Larry Levis was a masterful imagist poet, whose work in Winter Stars employs jarring shifts in light and dark imagery as a means of self-examination. Considering he wrote this collection following his father’s death, the poems in this collection are rooted in his childhood memories of growing up on a vineyard in Central California. These poems therefore explore themes of nostalgia, love, and death, and Levis adopts a surrealist approach in navigating how these thematic elements interconnect.
By looking at the title poem, “Winter Stars,” we can see how Levis grounds his emotional narrative through creating thought-provoking, surrealist imagery. While the poem begins with the vivid image of a man attempting to slash his father’s throat, he follows it with a meditative image detailing childhood memories of laying out in the yard and watching the stars form in the winter sky. The last stanza of the poem tenderly displays how Levis uses juxtaposing, vivid metaphors of death to reinforce the lasting impact that childhood memories have on the psyche:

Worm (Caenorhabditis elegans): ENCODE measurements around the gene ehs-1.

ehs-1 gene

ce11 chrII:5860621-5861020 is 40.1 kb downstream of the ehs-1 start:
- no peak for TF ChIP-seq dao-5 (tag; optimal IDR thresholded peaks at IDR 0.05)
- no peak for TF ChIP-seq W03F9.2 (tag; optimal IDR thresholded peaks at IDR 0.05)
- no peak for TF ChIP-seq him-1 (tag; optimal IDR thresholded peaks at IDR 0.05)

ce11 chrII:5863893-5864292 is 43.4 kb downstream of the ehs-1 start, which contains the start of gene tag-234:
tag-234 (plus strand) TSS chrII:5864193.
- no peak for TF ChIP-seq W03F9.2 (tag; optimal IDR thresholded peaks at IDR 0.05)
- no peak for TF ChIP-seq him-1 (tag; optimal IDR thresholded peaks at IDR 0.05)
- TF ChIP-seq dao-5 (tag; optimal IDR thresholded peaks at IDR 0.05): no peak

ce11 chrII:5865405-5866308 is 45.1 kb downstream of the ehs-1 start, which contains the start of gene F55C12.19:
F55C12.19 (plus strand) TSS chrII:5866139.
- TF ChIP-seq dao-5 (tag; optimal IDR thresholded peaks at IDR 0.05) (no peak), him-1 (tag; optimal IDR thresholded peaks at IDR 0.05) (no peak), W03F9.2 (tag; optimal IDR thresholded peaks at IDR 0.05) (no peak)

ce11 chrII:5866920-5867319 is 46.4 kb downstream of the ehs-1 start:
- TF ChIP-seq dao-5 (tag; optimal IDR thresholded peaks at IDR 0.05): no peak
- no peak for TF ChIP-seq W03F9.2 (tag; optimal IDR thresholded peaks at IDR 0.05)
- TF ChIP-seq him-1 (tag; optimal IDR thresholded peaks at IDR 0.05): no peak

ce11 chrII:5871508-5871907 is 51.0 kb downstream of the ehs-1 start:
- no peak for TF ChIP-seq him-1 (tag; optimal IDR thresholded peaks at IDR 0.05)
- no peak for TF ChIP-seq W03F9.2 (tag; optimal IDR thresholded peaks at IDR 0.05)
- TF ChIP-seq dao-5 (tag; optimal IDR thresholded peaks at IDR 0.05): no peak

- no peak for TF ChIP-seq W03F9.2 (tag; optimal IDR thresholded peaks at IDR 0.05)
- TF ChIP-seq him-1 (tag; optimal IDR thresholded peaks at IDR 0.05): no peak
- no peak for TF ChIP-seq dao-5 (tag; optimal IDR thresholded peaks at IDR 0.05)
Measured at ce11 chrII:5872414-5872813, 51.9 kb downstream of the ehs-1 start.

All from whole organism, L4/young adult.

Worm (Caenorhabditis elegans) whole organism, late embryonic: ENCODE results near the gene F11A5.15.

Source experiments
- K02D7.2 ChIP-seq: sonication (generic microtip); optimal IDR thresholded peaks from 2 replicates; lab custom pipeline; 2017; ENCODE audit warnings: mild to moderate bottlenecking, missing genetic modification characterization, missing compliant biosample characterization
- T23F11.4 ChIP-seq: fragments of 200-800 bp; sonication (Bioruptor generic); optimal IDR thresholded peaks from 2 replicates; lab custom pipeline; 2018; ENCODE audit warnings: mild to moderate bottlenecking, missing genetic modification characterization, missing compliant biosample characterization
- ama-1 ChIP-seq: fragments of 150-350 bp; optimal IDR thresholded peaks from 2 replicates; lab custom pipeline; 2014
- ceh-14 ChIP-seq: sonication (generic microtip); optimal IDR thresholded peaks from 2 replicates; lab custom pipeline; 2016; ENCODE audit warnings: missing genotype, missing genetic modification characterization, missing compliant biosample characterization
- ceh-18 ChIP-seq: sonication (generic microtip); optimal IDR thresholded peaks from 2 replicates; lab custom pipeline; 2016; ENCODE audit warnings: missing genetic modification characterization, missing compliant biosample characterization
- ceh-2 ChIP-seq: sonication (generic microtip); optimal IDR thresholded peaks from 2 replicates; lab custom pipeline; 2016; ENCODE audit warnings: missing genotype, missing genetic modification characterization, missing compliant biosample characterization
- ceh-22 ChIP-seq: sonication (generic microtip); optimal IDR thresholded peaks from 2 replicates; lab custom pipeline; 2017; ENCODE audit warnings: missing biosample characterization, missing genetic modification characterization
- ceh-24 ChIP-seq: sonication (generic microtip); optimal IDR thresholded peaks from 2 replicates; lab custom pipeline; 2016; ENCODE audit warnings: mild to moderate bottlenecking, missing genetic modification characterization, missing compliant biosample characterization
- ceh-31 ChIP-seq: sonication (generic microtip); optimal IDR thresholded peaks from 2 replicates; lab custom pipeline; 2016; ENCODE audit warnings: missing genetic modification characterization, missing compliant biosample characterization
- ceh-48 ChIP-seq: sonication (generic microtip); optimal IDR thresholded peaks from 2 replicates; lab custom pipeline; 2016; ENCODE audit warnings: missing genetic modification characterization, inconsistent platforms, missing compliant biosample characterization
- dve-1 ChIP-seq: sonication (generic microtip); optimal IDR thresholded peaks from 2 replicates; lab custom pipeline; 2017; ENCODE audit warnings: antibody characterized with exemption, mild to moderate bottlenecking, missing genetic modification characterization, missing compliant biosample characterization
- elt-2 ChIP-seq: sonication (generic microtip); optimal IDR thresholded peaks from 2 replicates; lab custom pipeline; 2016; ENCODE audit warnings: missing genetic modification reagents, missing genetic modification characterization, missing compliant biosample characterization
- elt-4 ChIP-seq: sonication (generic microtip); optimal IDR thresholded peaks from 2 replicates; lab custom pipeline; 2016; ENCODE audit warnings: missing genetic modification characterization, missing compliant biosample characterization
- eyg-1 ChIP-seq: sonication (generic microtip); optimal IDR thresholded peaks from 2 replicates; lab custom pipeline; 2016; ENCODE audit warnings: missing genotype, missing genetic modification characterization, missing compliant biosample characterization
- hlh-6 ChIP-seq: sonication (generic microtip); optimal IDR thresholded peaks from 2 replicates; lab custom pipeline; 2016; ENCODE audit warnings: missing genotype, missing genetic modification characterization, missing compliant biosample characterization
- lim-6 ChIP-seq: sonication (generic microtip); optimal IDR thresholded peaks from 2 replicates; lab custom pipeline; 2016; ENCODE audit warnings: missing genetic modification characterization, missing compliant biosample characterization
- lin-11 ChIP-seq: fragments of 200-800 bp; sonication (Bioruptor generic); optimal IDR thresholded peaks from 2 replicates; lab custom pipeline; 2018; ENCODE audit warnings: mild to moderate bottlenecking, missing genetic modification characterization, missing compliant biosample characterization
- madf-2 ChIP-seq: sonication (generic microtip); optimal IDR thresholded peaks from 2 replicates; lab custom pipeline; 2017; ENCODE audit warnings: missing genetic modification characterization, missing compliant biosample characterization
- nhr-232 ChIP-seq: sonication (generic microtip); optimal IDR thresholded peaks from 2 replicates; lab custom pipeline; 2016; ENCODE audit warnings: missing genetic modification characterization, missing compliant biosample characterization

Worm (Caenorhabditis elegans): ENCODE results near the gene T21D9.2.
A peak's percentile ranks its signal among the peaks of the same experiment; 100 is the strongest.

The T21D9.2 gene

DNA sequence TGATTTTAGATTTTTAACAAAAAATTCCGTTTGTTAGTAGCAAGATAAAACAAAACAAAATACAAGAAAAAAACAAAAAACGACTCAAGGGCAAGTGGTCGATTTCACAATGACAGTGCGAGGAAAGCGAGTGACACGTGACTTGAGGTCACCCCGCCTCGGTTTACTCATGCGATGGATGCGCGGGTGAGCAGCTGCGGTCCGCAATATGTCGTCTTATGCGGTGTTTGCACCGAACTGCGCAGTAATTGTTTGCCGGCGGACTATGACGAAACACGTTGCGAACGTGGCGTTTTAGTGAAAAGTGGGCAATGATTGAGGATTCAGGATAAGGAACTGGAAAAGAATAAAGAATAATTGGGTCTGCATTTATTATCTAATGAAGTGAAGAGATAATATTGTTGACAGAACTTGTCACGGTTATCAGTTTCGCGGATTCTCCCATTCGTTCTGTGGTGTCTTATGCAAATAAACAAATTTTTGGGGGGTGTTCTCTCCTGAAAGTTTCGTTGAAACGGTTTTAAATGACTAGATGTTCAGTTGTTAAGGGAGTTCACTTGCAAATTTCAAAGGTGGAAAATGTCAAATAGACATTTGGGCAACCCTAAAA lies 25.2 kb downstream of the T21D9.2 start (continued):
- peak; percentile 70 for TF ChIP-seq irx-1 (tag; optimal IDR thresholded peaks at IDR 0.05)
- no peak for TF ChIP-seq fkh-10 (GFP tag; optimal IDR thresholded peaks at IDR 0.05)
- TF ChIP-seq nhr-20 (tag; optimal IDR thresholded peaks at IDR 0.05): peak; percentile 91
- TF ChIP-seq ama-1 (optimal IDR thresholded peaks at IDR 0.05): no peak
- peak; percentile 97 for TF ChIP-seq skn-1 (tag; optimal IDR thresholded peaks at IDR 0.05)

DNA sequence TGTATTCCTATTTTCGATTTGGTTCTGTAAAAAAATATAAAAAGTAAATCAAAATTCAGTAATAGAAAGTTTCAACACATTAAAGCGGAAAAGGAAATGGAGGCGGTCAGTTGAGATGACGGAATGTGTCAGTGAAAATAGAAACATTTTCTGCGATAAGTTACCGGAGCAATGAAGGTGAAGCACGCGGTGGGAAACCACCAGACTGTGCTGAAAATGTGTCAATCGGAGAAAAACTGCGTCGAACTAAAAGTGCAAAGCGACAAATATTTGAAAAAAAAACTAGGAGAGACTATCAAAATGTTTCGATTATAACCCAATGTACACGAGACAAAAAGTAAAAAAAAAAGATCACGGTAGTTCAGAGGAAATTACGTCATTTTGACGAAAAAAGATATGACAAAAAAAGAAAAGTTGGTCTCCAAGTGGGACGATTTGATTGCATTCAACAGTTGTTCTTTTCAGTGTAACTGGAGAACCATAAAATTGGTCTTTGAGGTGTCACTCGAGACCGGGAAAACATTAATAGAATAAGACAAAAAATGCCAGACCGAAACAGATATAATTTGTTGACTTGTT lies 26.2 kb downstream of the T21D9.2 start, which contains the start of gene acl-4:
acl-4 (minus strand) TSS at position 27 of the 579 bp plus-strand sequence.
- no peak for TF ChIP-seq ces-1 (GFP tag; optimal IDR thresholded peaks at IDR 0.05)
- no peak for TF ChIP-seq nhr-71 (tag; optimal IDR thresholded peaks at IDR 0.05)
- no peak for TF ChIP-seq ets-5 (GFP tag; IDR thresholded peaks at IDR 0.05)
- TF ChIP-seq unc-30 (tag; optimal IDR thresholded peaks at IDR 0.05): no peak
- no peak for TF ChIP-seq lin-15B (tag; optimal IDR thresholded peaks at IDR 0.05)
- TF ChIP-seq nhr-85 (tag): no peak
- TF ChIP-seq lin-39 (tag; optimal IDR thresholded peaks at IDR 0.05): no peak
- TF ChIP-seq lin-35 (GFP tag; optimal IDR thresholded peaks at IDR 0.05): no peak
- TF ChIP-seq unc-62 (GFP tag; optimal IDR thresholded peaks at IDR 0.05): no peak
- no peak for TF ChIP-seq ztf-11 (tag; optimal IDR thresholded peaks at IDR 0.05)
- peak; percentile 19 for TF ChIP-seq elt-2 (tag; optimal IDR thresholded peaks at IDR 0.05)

That pale haze of stars goes on & on,
Like laughter that has found a final, silent shape
On a black sky. It means everything
It cannot say. Look, it’s empty out there, & cold.
Cold enough to reconcile
Even a father, even a son.
In this passage, Levis personifies the stars lingering in the black sky to depict how immersive and darkly beautiful images of winter reflect internal truths. While the poem mostly addresses the death of his father, Levis reflects upon this father-son relationship by using surreal imagery in his work, thus illustrating how the fixed stars provide eternal light in the dark days of winter.